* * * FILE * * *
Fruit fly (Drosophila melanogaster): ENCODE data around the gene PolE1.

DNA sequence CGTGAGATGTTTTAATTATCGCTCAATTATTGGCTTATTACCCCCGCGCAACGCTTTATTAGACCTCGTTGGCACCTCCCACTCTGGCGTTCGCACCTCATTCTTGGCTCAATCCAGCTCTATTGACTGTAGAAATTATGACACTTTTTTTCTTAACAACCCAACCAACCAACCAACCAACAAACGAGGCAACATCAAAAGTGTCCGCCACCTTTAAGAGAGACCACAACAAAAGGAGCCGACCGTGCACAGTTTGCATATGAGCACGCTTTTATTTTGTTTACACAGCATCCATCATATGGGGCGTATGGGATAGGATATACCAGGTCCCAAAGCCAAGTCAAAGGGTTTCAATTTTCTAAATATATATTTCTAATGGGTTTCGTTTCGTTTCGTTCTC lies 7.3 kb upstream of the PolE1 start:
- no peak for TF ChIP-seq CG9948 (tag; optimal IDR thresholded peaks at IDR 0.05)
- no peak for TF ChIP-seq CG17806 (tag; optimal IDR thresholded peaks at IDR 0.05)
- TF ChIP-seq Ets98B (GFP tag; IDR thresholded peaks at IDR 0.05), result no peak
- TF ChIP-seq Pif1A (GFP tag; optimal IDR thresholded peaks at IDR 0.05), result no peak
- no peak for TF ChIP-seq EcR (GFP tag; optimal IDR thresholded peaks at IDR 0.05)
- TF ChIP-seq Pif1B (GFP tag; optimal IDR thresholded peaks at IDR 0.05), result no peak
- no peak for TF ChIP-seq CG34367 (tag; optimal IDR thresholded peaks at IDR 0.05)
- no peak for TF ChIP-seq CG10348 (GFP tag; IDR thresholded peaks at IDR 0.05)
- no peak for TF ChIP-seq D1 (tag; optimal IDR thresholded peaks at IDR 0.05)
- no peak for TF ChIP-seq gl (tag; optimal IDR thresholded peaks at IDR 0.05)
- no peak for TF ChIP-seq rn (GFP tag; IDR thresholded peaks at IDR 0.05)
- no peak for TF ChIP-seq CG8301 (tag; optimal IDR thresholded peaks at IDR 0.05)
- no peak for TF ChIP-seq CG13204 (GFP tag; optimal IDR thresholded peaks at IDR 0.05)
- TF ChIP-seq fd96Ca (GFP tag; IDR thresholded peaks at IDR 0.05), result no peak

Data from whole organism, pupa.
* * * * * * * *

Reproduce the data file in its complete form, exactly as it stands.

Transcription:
Fruit fly (Drosophila melanogaster): ENCODE data around the gene PolE1.

DNA sequence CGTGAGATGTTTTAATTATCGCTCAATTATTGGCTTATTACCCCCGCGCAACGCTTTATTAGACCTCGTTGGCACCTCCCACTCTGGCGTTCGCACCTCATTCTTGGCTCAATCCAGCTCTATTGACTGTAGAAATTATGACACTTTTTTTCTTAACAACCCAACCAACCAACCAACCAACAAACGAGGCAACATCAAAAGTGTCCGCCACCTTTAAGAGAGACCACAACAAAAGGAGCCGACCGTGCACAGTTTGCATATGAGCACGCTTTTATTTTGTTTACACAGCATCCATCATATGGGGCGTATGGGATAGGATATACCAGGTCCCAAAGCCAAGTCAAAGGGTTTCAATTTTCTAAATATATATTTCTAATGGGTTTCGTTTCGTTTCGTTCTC lies 7.3 kb upstream of the PolE1 start:
- no peak for TF ChIP-seq CG9948 (tag; optimal IDR thresholded peaks at IDR 0.05)
- no peak for TF ChIP-seq CG17806 (tag; optimal IDR thresholded peaks at IDR 0.05)
- TF ChIP-seq Ets98B (GFP tag; IDR thresholded peaks at IDR 0.05), result no peak
- TF ChIP-seq Pif1A (GFP tag; optimal IDR thresholded peaks at IDR 0.05), result no peak
- no peak for TF ChIP-seq EcR (GFP tag; optimal IDR thresholded peaks at IDR 0.05)
- TF ChIP-seq Pif1B (GFP tag; optimal IDR thresholded peaks at IDR 0.05), result no peak
- no peak for TF ChIP-seq CG34367 (tag; optimal IDR thresholded peaks at IDR 0.05)
- no peak for TF ChIP-seq CG10348 (GFP tag; IDR thresholded peaks at IDR 0.05)
- no peak for TF ChIP-seq D1 (tag; optimal IDR thresholded peaks at IDR 0.05)
- no peak for TF ChIP-seq gl (tag; optimal IDR thresholded peaks at IDR 0.05)
- no peak for TF ChIP-seq rn (GFP tag; IDR thresholded peaks at IDR 0.05)
- no peak for TF ChIP-seq CG8301 (tag; optimal IDR thresholded peaks at IDR 0.05)
- no peak for TF ChIP-seq CG13204 (GFP tag; optimal IDR thresholded peaks at IDR 0.05)
- TF ChIP-seq fd96Ca (GFP tag; IDR thresholded peaks at IDR 0.05), result no peak

Data from whole organism, pupa.